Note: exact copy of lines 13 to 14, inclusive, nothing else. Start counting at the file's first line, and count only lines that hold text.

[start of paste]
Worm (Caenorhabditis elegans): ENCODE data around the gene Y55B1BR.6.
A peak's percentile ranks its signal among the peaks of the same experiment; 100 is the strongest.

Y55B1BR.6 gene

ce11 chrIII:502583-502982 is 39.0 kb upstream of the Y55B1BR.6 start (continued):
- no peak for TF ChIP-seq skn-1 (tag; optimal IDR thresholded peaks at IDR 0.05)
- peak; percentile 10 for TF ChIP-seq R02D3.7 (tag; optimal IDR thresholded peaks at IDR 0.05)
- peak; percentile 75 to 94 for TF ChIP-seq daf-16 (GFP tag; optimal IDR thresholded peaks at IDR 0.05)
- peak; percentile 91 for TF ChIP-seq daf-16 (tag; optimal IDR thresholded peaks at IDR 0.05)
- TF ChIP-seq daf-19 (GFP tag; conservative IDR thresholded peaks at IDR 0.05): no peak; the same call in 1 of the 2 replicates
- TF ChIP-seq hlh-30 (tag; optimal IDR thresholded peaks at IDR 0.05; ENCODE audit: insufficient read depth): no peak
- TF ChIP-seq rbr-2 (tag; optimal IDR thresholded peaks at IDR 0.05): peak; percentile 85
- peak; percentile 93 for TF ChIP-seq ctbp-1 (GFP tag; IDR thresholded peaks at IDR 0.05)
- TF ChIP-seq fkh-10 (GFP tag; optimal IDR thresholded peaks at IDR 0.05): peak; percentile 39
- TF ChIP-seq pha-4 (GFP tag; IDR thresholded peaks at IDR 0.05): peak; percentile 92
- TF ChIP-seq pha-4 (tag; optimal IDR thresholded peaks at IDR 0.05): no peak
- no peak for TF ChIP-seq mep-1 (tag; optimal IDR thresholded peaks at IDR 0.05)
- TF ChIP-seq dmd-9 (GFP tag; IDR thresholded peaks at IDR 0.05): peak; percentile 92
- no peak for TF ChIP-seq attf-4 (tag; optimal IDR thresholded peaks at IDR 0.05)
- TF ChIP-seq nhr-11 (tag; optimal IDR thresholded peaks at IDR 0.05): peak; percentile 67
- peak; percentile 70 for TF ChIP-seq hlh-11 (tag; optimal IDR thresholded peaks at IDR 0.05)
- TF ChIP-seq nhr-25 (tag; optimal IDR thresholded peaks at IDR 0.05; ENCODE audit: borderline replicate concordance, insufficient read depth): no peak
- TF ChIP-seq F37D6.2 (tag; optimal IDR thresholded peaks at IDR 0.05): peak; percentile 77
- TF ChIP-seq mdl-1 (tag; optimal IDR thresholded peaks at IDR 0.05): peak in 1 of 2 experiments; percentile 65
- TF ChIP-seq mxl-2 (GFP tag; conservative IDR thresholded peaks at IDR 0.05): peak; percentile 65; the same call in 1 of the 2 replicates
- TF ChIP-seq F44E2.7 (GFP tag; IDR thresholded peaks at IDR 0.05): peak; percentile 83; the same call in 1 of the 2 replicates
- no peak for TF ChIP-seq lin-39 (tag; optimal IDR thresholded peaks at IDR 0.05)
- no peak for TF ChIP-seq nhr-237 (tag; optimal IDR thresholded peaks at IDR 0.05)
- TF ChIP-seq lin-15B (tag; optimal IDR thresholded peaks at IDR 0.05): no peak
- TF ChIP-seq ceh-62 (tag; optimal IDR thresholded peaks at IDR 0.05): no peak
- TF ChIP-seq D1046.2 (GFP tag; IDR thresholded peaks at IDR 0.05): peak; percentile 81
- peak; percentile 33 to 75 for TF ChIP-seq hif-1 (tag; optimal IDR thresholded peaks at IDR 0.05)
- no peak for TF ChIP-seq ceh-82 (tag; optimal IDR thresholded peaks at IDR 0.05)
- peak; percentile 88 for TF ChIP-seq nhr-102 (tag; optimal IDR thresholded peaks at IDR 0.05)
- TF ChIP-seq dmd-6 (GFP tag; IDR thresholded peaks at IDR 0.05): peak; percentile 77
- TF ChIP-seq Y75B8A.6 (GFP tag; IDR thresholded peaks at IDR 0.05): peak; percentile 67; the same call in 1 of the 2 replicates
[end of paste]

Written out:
- TF ChIP-seq fkh-10 (GFP tag; optimal IDR thresholded peaks at IDR 0.05): peak; percentile 39
- TF ChIP-seq pha-4 (GFP tag; IDR thresholded peaks at IDR 0.05): peak; percentile 92